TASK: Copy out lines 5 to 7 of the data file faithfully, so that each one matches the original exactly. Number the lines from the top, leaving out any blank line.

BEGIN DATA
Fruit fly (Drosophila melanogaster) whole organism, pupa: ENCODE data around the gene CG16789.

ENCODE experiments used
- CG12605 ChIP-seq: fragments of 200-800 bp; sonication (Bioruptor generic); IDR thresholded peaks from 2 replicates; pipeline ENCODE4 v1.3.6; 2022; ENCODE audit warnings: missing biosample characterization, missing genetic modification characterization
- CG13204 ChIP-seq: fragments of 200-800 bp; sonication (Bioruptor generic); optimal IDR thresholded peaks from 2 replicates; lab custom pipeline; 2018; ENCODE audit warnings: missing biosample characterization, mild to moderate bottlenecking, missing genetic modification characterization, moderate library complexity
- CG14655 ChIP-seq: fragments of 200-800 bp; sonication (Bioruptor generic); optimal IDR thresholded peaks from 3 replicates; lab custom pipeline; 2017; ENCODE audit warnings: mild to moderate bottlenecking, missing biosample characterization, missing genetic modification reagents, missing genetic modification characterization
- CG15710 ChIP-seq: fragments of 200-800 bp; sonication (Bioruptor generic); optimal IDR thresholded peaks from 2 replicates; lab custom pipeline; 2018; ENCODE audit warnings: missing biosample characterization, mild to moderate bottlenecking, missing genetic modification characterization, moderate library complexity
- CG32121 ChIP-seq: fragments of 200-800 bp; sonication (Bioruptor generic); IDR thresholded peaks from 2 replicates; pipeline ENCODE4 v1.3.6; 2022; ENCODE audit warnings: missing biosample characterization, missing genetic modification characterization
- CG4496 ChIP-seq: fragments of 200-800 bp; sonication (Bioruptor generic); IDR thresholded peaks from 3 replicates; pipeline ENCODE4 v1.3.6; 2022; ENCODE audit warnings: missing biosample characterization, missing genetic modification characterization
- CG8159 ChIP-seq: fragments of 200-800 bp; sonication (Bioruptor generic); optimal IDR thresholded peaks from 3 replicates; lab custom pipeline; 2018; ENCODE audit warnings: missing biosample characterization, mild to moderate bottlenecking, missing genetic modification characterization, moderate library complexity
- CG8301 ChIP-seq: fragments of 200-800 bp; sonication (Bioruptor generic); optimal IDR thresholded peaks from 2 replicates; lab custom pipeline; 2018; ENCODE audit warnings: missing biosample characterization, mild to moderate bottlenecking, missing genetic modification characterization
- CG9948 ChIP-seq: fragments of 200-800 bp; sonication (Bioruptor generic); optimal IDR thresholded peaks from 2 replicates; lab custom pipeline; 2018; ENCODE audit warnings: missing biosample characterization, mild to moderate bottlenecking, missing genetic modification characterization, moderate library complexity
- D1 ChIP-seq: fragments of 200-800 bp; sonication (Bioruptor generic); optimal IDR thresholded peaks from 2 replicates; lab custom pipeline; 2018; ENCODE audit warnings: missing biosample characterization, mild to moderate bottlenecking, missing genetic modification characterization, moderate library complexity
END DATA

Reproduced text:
- CG14655 ChIP-seq: fragments of 200-800 bp; sonication (Bioruptor generic); optimal IDR thresholded peaks from 3 replicates; lab custom pipeline; 2017; ENCODE audit warnings: mild to moderate bottlenecking, missing biosample characterization, missing genetic modification reagents, missing genetic modification characterization
- CG15710 ChIP-seq: fragments of 200-800 bp; sonication (Bioruptor generic); optimal IDR thresholded peaks from 2 replicates; lab custom pipeline; 2018; ENCODE audit warnings: missing biosample characterization, mild to moderate bottlenecking, missing genetic modification characterization, moderate library complexity
- CG32121 ChIP-seq: fragments of 200-800 bp; sonication (Bioruptor generic); IDR thresholded peaks from 2 replicates; pipeline ENCODE4 v1.3.6; 2022; ENCODE audit warnings: missing biosample characterization, missing genetic modification characterization